EGU24-12384, updated on 09 Mar 2024
EGU General Assembly 2024
© Author(s) 2024. This work is distributed under
the Creative Commons Attribution 4.0 License.

Investigating IP imaging measurements in frozen rocks for a better understanding of electrical signatures in alpine permafrost investigations

Clemens Moser1, Barbara Funk1,2, and Adrian Flores Orozco1
Clemens Moser et al.
  • 1Research Unit Geophysics, Department of Geodesy and Geoinformation, TU Wien, Vienna, Austria (
  • 2Karst and Cave Group, Natural History Museum Vienna, Vienna, Austria

In mountain permafrost areas, frozen rocks are thawing due to the rise in air temperatures and, thus, ground ice content decreases, which in turn does not only lead to changes in subsurface water storage but also affects slope stability in solid rock walls. Monitoring changes of the electrical conductivity in the subsurface has emerged as a suitable technique to differentiate between non-frozen and frozen areas because of the much lower conductivity of frozen than of unfrozen media. However, the direct estimation of ice content directly from conductivity measurements is challenging because this property is also dependent on the temperature and the geological media, i.e., porosity, saturation, and fluid conductivity of the pore-water and the surface conductivity taking place at the interface between water and grains or ice. For a proper discrimination between frozen and unfrozen areas, the induced polarization (IP) has emerged as a suitable method, as it measures not only the conductivity but also the electrical capacitive properties (polarization) in the low-frequency range (mHz - kHz). Previous studies have revealed an increase in the IP effect with decreasing temperature, arguing that such response is due to the polarization either from charges in the ice (at the kHz range) or at the interface between ice and water (around 100 Hz). In this study, we investigated the IP response from small rocks in an imaging framework under well-controlled freezing conditions in the laboratory. First, we aimed to understand the role of surface conductivity in frozen rocks by a multi-salinity analysis (in the range between 0.1 and 10 S/m), which also permits to estimate the porosity of the rocks. Second, we investigate the polarization response of rocks in presence of features with high ice content in multi-electrode imaging configurations. The rocks have been collected at different sites in the European Alps to evaluate the effect in the data due to changing lithology. IP imaging measurements were conducted over a broad range of frequencies (0.1 Hz - 30 kHz) using to-date approaches to reduce capacitive coupling arising from changes in galvanic contact of the electrodes with the rocks at frequencies above 100 Hz. The data were inverted in ResIPy, which solves for the conductivity magnitude and phase angle by using complex calculus. The salinity experiments result in porosities around 2-4% and a linear relation between the surface conductivity and the polarization (quadrature conductivity) with a slope around 0.01, which reveals the importance of surface conductivity, even at low frequencies and positive temperatures. For measurements on rocks with ice features, inversion results show that the IP imaging method is able to delineate ice-saturated holes due to a contrast in polarization. Based on our results, we evaluate existing petrophysical relationships linking the frequency-dependence of the IP results with porosity, ice content and temperature.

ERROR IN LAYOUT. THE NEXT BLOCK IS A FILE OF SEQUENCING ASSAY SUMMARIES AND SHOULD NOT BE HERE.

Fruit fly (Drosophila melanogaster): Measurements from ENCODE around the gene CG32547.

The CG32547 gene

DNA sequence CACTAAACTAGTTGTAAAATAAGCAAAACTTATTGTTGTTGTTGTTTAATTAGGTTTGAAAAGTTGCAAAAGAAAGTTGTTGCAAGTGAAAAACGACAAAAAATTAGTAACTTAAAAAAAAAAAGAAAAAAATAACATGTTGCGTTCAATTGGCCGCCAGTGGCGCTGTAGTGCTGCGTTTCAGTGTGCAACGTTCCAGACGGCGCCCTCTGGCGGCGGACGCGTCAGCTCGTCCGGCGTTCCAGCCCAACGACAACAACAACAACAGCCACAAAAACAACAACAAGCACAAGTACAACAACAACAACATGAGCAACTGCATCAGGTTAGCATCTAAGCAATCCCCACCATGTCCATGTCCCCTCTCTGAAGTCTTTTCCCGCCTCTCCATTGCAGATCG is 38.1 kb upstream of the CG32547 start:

How to cite: Moser, C., Funk, B., and Flores Orozco, A.: Investigating IP imaging measurements in frozen rocks for a better understanding of electrical signatures in alpine permafrost investigations, EGU General Assembly 2024, Vienna, Austria, 14–19 Apr 2024, EGU24-12384,, 2024.